OtoSim Inc. is proud to share some of the peer-reviewed publications of an ever expanding list. These studies have scientifically proven that our products work. Also other studies from around the world are currently underway using our products. If your Institution would like to conduct any research project using our technologies, we welcome the opportunity to assist or collaborate with you.
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1. An innovative and safe way to train novice ear nose and throat residents through simulation: the SimORL experience.
Dell'Era V, Garzaro M, Carenzo L, Ingrassia PL, Aluffi Valletti P.
Acta Otorhinolaryngol Ital. 2020 Feb;40(1):19-25. doi: 10.14639/0392-100X-N0128.
CONCLUSION: The SimORL experience demonstrated that simulation for ENT residents can be a valid educational tool to improve confidence in performing specific ENT procedures, showing a very high overall global satisfaction rate.
2. Effectiveness of discovery learning using a mobile otoscopy simulator on knowledge acquisition and retention in medical students: a randomized controlled trial.
Xu J, Campisi P, Forte V, Carrillo B, Vescan A, Brydges R.
J Otolaryngol Head Neck Surg. 2018 Nov 20;47(1):70. doi: 10.1186/s40463-018-0317-4.
CONCLUSION: There is value in self-regulated learning (SRL} in simulation education, and we plan to further improve our curricular design by considering learner behaviours identified in this study.
3. Evaluation of a Web-Based Module and an Otoscopy Simulator in Teaching Ear Disease.
Wu V, Beyea JA.
Otolaryngol Head Neck Surg. 2017 Feb;156(2):272-277. doi: 10.1177/0194599816677697. Epub 2016 Nov 14.
CONCLUSION: Otoscopy clinical skills increased and were retained only in otoscopy simulation (OS). Preclerkship medical student acquisition and retention of otolaryngology diagnostic skills can be greatly improved through web-based teaching modules and otoscopy simulation.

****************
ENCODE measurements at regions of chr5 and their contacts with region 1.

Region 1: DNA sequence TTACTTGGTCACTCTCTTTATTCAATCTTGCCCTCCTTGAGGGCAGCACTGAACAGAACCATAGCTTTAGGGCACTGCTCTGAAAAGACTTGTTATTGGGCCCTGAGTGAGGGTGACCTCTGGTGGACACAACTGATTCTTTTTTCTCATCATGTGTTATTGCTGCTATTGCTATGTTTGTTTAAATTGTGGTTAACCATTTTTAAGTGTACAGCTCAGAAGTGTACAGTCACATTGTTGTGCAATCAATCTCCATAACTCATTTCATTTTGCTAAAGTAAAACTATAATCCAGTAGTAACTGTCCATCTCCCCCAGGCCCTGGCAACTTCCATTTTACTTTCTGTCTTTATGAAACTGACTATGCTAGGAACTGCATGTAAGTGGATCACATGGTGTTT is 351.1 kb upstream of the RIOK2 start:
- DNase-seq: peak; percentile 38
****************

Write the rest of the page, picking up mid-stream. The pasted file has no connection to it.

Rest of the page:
4. Ear Disease Knowledge and Otoscopy Skills Transfer to Real Patients: A Randomized Controlled Trial.
Wu V, Sattar J, Cheon S, Beyea JA.
J Surg Educ. 2018 Jul - Aug;75(4):1062-1069. doi: 10.1016/j.jsurg.2017.12.011. Epub 2018 Jan 19.
CONCLUSION: Otoscopy clinical skills were found to have increased only in otoscopy simulation (OS) and standard classroom instruction (SI), with the OS group demonstrating the largest improvement. Simulation-based medical education in Otolaryngology may provide the greatest transfer of medical knowledge and technical skills when evaluated with real patients.
5. Otoscopy simulation training in a classroom setting: a novel approach to teaching otoscopy to medical students.
Davies J, Djelic L, Campisi P, Forte V, Chiodo A.
Laryngoscope. 2014 Nov;124(11):2594-7. doi: 10.1002/lary.24682. Epub 2014 Aug 28.
CONCLUSION: Organizing large-group otoscopy simulator training sessions is one method whereby students can become familiar with a wide variety of pathologies of the ear and improve both their diagnostic accuracy and their confidence in making otologic diagnoses.
6. Objective Evaluation of Otoscopy Skills Among Family and Community Medicine, Pediatric, and Otolaryngology Residents.
Oyewumi M, Brandt MG, Carrillo B, Atkinson A, Iglar K, Forte V, Campisi P.
J Surg Educ. 2016 Jan-Feb;73(1):129-35. doi: 10.1016/j.jsurg.2015.07.011. Epub 2015 Sep 11.
CONCLUSION: A single teaching session with an otoscopy simulator significantly improved diagnostic accuracy in primary care and OTO-HNS trainees.
7. Evaluation of an otoscopy simulator to teach otoscopy and normative anatomy to first year medical students.
Lee DJ, Fu TS, Carrillo B, Campisi P, Forte V, Chiodo A.
Laryngoscope. 2015 Sep;125(9):2159-62. doi: 10.1002/lary.25135. Epub 2015 Jan 19.
CONCLUSION: The use of otoscopy simulation is a novel addition to traditional learning methods for undergraduate medical students. Students can effectively learn normal external and middle ear anatomy and improve their confidence in performing otoscopy examination.
8. Evaluation of an Ophthalmoscopy Simulator to Teach Funduscopy Skills to Pediatric Residents.
Kouzmitcheva E, Grover SA, Berenbaum T, Ali A, Atkinson A, Yeh EA.
Can J Neurol Sci. 2018 May;45(3):320-324. doi: 10.1017/cjn.2017.291. Epub 2018 Feb 19.
CONCLUSION: A single session with an ophthalmoscopy simulator can improve diagnostic accuracy in postgraduate pediatric trainees. Use of ophthalmoscopy simulation represents a novel addition to traditional learning methods for postgraduate pediatric residents that can help trainees to improve their confidence and accuracy in performing this challenging examination.